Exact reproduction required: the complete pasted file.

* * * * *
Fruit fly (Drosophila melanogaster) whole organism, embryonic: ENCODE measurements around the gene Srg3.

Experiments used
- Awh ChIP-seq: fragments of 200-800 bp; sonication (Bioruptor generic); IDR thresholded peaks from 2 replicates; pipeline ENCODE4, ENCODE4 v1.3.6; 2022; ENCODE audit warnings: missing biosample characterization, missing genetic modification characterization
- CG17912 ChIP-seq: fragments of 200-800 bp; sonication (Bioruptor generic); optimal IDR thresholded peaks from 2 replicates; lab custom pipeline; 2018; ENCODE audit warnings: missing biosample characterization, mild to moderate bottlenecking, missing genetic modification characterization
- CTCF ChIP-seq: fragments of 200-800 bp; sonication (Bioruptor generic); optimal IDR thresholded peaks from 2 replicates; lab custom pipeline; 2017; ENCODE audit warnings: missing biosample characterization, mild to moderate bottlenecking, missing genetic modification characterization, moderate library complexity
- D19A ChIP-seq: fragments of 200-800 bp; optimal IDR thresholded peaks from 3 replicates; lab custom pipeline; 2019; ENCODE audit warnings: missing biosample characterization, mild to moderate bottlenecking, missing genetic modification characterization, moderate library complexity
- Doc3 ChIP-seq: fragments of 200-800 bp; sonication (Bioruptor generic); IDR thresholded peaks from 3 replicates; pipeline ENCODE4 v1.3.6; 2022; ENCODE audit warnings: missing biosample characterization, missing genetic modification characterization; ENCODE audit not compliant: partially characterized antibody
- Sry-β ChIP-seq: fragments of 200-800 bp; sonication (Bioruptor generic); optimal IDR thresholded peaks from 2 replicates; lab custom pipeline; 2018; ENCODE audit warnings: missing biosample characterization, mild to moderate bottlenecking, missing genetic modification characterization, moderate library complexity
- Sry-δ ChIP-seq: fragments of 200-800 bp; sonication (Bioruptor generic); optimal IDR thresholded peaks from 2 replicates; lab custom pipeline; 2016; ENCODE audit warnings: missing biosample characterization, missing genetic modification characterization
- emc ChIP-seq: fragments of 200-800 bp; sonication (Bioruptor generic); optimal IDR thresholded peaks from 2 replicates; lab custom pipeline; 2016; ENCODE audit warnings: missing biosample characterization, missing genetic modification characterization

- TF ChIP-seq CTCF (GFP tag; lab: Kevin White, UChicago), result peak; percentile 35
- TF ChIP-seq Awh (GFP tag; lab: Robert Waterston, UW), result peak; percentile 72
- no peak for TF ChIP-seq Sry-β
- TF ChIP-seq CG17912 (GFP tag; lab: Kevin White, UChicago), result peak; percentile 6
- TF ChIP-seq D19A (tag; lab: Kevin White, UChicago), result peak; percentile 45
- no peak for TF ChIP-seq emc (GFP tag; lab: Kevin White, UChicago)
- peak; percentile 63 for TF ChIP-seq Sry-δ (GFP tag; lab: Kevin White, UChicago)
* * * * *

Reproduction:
Fruit fly (Drosophila melanogaster) whole organism, embryonic: ENCODE measurements around the gene Srg3.

Experiments used
- Awh ChIP-seq: fragments of 200-800 bp; sonication (Bioruptor generic); IDR thresholded peaks from 2 replicates; pipeline ENCODE4, ENCODE4 v1.3.6; 2022; ENCODE audit warnings: missing biosample characterization, missing genetic modification characterization
- CG17912 ChIP-seq: fragments of 200-800 bp; sonication (Bioruptor generic); optimal IDR thresholded peaks from 2 replicates; lab custom pipeline; 2018; ENCODE audit warnings: missing biosample characterization, mild to moderate bottlenecking, missing genetic modification characterization
- CTCF ChIP-seq: fragments of 200-800 bp; sonication (Bioruptor generic); optimal IDR thresholded peaks from 2 replicates; lab custom pipeline; 2017; ENCODE audit warnings: missing biosample characterization, mild to moderate bottlenecking, missing genetic modification characterization, moderate library complexity
- D19A ChIP-seq: fragments of 200-800 bp; optimal IDR thresholded peaks from 3 replicates; lab custom pipeline; 2019; ENCODE audit warnings: missing biosample characterization, mild to moderate bottlenecking, missing genetic modification characterization, moderate library complexity
- Doc3 ChIP-seq: fragments of 200-800 bp; sonication (Bioruptor generic); IDR thresholded peaks from 3 replicates; pipeline ENCODE4 v1.3.6; 2022; ENCODE audit warnings: missing biosample characterization, missing genetic modification characterization; ENCODE audit not compliant: partially characterized antibody
- Sry-β ChIP-seq: fragments of 200-800 bp; sonication (Bioruptor generic); optimal IDR thresholded peaks from 2 replicates; lab custom pipeline; 2018; ENCODE audit warnings: missing biosample characterization, mild to moderate bottlenecking, missing genetic modification characterization, moderate library complexity
- Sry-δ ChIP-seq: fragments of 200-800 bp; sonication (Bioruptor generic); optimal IDR thresholded peaks from 2 replicates; lab custom pipeline; 2016; ENCODE audit warnings: missing biosample characterization, missing genetic modification characterization
- emc ChIP-seq: fragments of 200-800 bp; sonication (Bioruptor generic); optimal IDR thresholded peaks from 2 replicates; lab custom pipeline; 2016; ENCODE audit warnings: missing biosample characterization, missing genetic modification characterization

- TF ChIP-seq CTCF (GFP tag; lab: Kevin White, UChicago), result peak; percentile 35
- TF ChIP-seq Awh (GFP tag; lab: Robert Waterston, UW), result peak; percentile 72
- no peak for TF ChIP-seq Sry-β
- TF ChIP-seq CG17912 (GFP tag; lab: Kevin White, UChicago), result peak; percentile 6
- TF ChIP-seq D19A (tag; lab: Kevin White, UChicago), result peak; percentile 45
- no peak for TF ChIP-seq emc (GFP tag; lab: Kevin White, UChicago)
- peak; percentile 63 for TF ChIP-seq Sry-δ (GFP tag; lab: Kevin White, UChicago)